LOS ANGELES (CelebrityAccess) — Taylor Swift and other artists who have moved to Ticketmaster’s Verified Fan program are ushering in a new era of event ticketing, with price discovery and getting tickets into the hands of fans the new focus for the industry.
The changing landscape means that fans don’t have to queue up when tickets go on sale, in hopes of being able to land a seat, but it does mean that they may have to pay higher prices for event tickets.
According to a recent report by Billboard, Taylor Swift is leading the charge towards the new paradigm, and while hundreds of tickets for every date of her ‘Reputation’ tour are still available on Ticketmaster, execs at the ticketing giant don’t seem concerned.
“We’d like to sell the last ticket to her concert when she takes the stage each night,” Ticketmaster head of music David Marcus told Billboard. “We’re not trying to sell all of her tickets in one minute; we’re trying to figure out how to sell tickets in a more modern way.”
Marcus told Billboard that the with the Verified Fan program, far fewer of Taylor’s concert tickets are ending up on secondary market sites such as StubHub, and ticket prices are more closely tailored to what fans are actually willing to pay for event tickets.
While 30% of tickets to Swift’s “1989” tour ended up being sold via secondary market sites, Marcus told Billboard that for the current run, only 70,000 tickets have ended up on the secondary market out of a total of approximately 2.5 million tickets available for the tour.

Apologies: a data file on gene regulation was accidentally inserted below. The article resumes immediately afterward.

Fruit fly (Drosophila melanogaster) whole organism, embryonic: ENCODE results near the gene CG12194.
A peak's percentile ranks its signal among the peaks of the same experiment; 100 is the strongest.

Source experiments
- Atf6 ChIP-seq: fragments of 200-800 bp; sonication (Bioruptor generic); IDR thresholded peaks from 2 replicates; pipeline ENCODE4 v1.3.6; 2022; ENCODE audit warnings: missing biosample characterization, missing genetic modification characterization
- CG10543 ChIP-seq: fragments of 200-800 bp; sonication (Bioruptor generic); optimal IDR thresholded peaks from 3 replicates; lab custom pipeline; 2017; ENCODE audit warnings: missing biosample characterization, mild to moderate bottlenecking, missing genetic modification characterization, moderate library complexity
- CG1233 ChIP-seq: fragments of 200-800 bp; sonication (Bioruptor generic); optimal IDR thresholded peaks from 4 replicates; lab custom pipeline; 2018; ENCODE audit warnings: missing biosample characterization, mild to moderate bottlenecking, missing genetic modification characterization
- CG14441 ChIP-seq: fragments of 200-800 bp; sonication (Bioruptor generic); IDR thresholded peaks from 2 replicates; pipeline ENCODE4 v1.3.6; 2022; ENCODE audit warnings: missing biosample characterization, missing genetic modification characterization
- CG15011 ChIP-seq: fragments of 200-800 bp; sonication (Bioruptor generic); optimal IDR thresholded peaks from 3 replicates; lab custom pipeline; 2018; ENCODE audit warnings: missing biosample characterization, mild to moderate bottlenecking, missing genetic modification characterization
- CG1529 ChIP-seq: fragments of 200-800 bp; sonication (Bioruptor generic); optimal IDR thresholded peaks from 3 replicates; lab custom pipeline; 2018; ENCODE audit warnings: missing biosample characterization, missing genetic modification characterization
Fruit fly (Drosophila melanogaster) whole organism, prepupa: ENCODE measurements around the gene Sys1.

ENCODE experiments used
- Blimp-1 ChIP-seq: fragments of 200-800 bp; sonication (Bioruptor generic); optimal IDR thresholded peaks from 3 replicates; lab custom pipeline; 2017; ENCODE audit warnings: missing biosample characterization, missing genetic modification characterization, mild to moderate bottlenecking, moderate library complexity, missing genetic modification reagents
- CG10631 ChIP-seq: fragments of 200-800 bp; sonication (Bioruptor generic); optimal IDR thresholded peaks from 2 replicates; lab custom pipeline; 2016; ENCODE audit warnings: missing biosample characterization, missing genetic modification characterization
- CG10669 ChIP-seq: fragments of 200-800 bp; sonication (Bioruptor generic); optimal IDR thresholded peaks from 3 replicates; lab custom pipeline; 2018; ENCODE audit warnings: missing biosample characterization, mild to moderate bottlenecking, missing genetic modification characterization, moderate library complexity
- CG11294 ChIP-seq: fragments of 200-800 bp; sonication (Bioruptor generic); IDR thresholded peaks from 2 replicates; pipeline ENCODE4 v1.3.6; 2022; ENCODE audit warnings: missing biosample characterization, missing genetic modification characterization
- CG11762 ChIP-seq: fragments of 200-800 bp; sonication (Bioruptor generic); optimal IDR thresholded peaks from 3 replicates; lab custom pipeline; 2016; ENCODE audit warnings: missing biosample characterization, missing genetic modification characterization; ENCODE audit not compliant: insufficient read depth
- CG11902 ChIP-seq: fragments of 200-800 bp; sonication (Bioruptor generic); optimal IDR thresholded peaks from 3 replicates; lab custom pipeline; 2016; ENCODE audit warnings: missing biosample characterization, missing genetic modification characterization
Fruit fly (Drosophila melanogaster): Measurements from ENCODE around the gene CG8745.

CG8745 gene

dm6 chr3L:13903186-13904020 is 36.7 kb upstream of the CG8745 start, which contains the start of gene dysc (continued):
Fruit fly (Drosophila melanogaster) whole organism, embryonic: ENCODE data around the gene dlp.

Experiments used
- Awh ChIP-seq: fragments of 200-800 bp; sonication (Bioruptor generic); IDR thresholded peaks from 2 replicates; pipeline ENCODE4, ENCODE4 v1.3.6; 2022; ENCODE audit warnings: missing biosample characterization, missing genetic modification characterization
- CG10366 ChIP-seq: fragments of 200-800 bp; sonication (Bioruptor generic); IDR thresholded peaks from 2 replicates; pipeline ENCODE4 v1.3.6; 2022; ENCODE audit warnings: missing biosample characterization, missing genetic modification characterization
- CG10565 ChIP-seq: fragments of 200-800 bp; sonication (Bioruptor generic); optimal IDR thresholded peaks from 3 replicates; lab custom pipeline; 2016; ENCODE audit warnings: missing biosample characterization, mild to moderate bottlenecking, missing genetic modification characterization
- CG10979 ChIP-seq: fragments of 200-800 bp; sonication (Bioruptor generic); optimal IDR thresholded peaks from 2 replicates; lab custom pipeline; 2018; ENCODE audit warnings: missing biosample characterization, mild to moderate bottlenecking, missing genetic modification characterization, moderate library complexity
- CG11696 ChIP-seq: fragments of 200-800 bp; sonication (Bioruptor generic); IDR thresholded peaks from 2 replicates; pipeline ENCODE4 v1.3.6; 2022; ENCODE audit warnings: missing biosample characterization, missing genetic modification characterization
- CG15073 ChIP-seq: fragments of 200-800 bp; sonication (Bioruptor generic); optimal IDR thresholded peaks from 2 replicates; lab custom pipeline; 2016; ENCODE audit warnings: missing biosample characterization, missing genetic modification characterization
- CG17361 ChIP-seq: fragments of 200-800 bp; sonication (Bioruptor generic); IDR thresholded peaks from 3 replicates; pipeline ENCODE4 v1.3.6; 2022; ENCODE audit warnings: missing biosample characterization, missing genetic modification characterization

“This time, the artist and promoter are capturing that revenue and not the secondary market,” Jesse Lawrence, founder of ticketing search engine TicketIQ told Billboard.
Still, the higher prices have left some fans with sticker shock. Would-be concertgoers took to Twitter in large numbers to vent about high prices for Taylor Tix, which can run as high as $1,500
“I paid $150 for my ticket with amazing seats for the ‘1989 Tour’. Now for the same seats, I have to pay about $500 for the Rep tour…. Damn,” Taylor fan @swiftieloves tweeted about concert ticket prices.
“Taylor tickets are so expensive I’m so disappointed…” another Taylor fan, @wegotbadblood tweeted, adding in a (hopefully) joking fashion that it was “time to go jump in front of an expensive car to collect my check and buy Taylor tickets.”
“Change is not easy,” WME head of music Marc Geiger tells Billboard.
“The idea that a consumer is going to sit in first class with an economy ticket is a holdover from what I used to call ‘rock and roll socialist pricing,'” Geiger added.